He never stopped playing with fire
In the 1970s in Latin America, democracies were falling, one after another, and the power was being taken over by right-wing dictatorships. In order to defend the country from the Marxist revolution, and with a quiet support of the United States, the five dictators in Bolivia, Paraguay, Chile, Argentina and Uruguay were carrying out the Operation Condor. The campaign of political repression and state terror aimed to fight the left-wing opposition.
In Chile, General Augusto Pinochet led the coup d’etat in 1973. He overthrown socialist President Salvadore Allende, who – since his election in 1970 – had been introducing reforms modelled on socialist states. The Pinochet Dictatorship lasted until 1989.
The repressed leftists who had not managed to flee the continent, found themselves in a cul-de-sac. The estimated number of victims reaches thousands.
Before 10 am, armed men entered the office of an organization looking after refugees in Santiago de Chile. It was the last day of the year 1986. “Which one is Roberto Kozak, a communist son of the bitch?” A tall, elegantly clad man stood up from the floor, where all the employees were laying, tied up. They put a gun to his head and began the interrogation. The militants of General Augusto Pinochet’s death squads were looking for money, arms and proofs of Kozak’s participation in a failed attempt to assassinate the dictator. After an hour of fending off accusations, Kozak ran to free his colleagues.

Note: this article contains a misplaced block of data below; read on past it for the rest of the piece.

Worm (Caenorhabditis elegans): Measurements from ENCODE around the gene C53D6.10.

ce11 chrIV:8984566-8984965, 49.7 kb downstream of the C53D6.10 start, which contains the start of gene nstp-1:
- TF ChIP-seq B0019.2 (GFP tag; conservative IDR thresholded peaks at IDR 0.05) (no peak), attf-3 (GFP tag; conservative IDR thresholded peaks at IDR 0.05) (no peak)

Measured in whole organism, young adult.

In the years following the coup d’etat of 1973, Roberto Kozak and other diplomats helped free and emigrate from Chile between 25,000 and 35,000 political prisoners.
He was dubbed “Schindler of Latin America.”
Born in Argentina, where his ancestors had arrived from Ukraine, Kozak had 11 siblings, and started working at a bookstore in Buenos Aires at the age of 9 – the owner let him read whenever there were no clients in the store.
He discovered engineering science, mechanics, world politics. He graduated from a polytechnic, but he dreamt of travels. In 1968, he came across an job offer at the Intergovernmental Committee for European Migration (ICEM), soon transformed into International Organization for Migration, as part of the United Nations. After two years of working in Argentina, Kozak moved to Europe, where he completed a course in diplomacy and English, simultaneously working at the ICEM office in Geneva. He was ultimately sent to Chile on a diplomatic mission. The junta of General Pinochet took over the power in the country soon after Kozak’s arrival.
“Roberto set off on a humongous mission, but he was not alone,” his wife Sylvia stresses. “He was part of a broad network. He would consider it most egocentric to take the whole credit upon himself. […] He was very keen on team work.”
Kozak led a double life. He managed to get access to influential servicemen, politicians, officials and members of the secret police. He negotiated release of prisoners, most of them members of the Chilean left, using his diplomatic skills, his natural patience and crates of imported whisky.
“While the party thrown for the military men was in full swing at Roberto’s house, the attic was packed with refugees and political prisoners,” his collaborator said. “He never stopped playing with fire.”
The last decade of his life was marked by his combat with cancer. In 2015, a quarter of an hour before he passed away, upon hearing the news on an increasing wave of refugees on the Mediterranean, he said to his wife: “If I were younger, I would be there now.”